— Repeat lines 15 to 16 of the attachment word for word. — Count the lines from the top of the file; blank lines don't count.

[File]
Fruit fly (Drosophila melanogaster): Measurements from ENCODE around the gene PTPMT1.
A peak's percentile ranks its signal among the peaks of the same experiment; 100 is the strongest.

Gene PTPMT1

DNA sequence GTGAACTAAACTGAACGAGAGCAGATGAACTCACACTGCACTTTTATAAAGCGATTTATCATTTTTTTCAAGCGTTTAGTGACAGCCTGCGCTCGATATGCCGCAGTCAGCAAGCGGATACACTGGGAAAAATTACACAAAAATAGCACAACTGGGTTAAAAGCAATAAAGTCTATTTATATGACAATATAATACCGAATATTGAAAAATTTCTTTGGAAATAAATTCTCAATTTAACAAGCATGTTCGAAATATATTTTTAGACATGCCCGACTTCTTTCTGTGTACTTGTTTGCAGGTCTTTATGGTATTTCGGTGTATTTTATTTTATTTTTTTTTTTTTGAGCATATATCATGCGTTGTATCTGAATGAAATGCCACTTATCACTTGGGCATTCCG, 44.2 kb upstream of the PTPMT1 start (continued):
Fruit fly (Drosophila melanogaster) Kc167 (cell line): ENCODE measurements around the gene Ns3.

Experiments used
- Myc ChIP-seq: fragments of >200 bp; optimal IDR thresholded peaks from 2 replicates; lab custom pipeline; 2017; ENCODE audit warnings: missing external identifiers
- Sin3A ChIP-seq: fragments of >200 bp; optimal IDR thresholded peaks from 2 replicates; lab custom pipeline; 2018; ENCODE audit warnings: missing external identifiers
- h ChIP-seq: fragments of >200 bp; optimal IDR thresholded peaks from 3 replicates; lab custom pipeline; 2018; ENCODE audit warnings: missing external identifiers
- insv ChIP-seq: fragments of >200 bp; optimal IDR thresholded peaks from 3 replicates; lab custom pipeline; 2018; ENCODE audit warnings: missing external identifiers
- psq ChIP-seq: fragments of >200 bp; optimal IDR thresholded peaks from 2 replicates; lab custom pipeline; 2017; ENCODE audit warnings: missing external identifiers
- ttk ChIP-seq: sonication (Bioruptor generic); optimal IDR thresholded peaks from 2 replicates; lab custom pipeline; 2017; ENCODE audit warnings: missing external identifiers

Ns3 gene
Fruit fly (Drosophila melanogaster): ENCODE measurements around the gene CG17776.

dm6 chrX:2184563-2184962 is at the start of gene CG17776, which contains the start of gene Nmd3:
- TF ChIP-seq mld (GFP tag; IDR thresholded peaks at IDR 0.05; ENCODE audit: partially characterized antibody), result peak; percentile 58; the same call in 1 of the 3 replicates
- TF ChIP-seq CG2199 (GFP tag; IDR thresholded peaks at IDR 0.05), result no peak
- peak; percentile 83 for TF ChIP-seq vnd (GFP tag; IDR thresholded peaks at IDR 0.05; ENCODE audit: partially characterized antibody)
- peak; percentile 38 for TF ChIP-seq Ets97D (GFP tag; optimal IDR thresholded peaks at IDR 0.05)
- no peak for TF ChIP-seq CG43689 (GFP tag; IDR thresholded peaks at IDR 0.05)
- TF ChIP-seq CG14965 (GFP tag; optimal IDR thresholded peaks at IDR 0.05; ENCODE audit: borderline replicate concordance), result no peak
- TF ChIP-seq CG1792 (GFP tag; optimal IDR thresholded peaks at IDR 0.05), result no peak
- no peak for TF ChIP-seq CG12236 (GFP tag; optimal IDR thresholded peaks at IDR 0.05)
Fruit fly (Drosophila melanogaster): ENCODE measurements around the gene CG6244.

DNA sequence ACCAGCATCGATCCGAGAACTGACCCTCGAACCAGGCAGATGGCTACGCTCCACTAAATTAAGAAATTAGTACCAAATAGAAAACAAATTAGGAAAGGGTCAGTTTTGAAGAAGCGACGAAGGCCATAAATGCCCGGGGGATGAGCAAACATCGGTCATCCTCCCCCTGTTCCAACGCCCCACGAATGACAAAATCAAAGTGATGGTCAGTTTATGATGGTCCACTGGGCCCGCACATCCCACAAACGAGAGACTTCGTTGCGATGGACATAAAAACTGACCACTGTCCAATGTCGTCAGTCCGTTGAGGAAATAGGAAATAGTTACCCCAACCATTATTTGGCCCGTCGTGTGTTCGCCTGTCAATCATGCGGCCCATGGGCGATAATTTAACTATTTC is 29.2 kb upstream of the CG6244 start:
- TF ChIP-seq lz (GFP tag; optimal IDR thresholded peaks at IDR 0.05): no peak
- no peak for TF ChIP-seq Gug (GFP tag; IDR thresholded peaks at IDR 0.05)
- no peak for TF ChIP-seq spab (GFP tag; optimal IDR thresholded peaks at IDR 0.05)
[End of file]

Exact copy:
dm6 chrX:2184563-2184962 is at the start of gene CG17776, which contains the start of gene Nmd3:
- TF ChIP-seq mld (GFP tag; IDR thresholded peaks at IDR 0.05; ENCODE audit: partially characterized antibody), result peak; percentile 58; the same call in 1 of the 3 replicates